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Churches with Round Towers in Northern Clare [36] by Thomas Johnson Westropp

Dromcliff Church and Round Tower

On the grassy ridge occupied by the cemetery of Ennis, and about two miles to the north of that town (of which it commands a distant view), overhanging the swampy meadows and flooded reaches of the Fergus, ‘the lonely turret, shattered and outworn,’ and rude ivied church of Dromcliff, form a conspicuous landmark. The church is 58 feet 7 inches long, varying from 20 feet wide at the east to 21 feet 10 inches at the west. The south wall is about 10 feet high; it has a slightly pointed door,[37] a double arch, of huge blocks, greatly decayed, and ready to fall. East of this are three pre-Norman window slits. The first has 3 feet 1 inch splay, 6 inches light, the head gone; the second 3 feet 6 inches splay, 11 inches light, with semicircular head and moulding; the west jamb of the third is now closed by the east gable. This shows that the church extended farther to the east, though the hill slopes rapidly on that side. The east gable has a late Gothic window, with two lights, 3 feet 10 inches high, and 5 feet 9 inches in the splay. The west gable has also a small slit, about 10 feet above the ground, which, like the east window, is concealed by knotted ivy.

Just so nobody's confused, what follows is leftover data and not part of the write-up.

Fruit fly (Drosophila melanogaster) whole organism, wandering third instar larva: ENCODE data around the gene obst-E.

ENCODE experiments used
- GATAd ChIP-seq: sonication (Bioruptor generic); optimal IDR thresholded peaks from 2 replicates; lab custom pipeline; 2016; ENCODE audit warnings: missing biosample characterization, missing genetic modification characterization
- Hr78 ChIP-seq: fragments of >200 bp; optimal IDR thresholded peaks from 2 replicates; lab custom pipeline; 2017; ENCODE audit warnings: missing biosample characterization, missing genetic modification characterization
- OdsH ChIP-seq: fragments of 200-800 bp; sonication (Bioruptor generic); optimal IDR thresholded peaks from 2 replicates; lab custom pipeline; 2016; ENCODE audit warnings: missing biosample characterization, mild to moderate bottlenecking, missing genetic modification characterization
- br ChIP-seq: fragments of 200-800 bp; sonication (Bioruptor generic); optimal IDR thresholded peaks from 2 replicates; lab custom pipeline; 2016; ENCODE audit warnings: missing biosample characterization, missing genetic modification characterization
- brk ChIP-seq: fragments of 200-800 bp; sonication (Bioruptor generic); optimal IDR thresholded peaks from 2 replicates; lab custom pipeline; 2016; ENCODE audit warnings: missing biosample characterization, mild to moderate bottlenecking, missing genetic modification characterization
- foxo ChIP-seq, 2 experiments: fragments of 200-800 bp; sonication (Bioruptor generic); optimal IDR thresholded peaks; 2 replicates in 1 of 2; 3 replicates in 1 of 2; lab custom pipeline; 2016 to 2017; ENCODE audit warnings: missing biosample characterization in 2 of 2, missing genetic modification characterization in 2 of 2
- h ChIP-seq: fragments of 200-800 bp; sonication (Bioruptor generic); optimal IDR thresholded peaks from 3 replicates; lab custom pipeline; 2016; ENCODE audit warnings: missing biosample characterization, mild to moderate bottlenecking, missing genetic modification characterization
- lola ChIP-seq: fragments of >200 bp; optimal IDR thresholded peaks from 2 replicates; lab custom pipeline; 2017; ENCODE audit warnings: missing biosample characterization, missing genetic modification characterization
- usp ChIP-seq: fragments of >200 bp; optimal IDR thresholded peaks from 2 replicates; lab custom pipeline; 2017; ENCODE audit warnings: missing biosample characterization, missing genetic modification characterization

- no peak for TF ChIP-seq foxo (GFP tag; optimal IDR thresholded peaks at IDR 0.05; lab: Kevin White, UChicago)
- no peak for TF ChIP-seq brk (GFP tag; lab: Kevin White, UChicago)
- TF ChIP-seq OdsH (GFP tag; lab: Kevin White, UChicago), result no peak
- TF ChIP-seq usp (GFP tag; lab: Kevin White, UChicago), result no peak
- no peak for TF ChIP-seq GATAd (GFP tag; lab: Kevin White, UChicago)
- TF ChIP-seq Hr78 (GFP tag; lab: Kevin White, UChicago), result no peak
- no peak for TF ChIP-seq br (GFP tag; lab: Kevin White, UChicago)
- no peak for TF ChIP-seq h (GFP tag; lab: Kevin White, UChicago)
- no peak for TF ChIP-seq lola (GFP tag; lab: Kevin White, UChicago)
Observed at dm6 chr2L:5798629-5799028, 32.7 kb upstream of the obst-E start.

Dromcliff Church and Round Tower, from S.W.
Dromcliff Church and Round Tower, from S.W.

The Round Tower stands 31 feet 6 inches north of the church. It is built of very irregular and large-jointed crag blocks—

‘Lichen-covered rocks, storm-beaten, gray
With struggling with the winter’s wildest works,
The tempest and snow spray.’

The inner facing is of small rubble, on which the ivy has got a ruinous grip.[38] The inner diameter is 8 feet, and the wall 3 feet 6 inches, at 10 feet from the ground; to this level the wall is broken at the south-east side, but the facing has been removed to within 7 feet of the ground at the south. The interior is full of earth and twigs—a rich chance for future excavators. To the north the tower is 40 or 50 feet high; the circumference at the ground is 50 feet 5 inches.

Unfortunately, like so many of our towers, it suffered horribly in the earlier years of the present century. In 1808 the structure was in fair preservation, and is thus described by Hely Dutton (fortunately at greater length than his wont):—

‘About 50 feet remain at present. It is, as with all those towers, situated to the north-west [39] of the church. There is a moulding round the door, which is about 20 feet from the ground. The mortar is quite worn away on the west side, but good on the east. On the west side, about 24 feet from the ground, there is a window, and about 10 feet higher is a larger one. There is another window to the east side.’[40]

In 1839 a large flat-headed window remained, facing the west, and about 30 feet from the ground. It is described in the Ordnance Survey letters, and shown in Dr. Petrie’s sketches, vol. iv.; and in Windele’s ‘Sketches,’ vol. i., p. 24 (Supplement)—all these being in the R.I.A.

 

St Tola’s Cross, Dysert O’Dea

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Plans of Dromcliff, Rath and
Kilnaboy; the earliest churches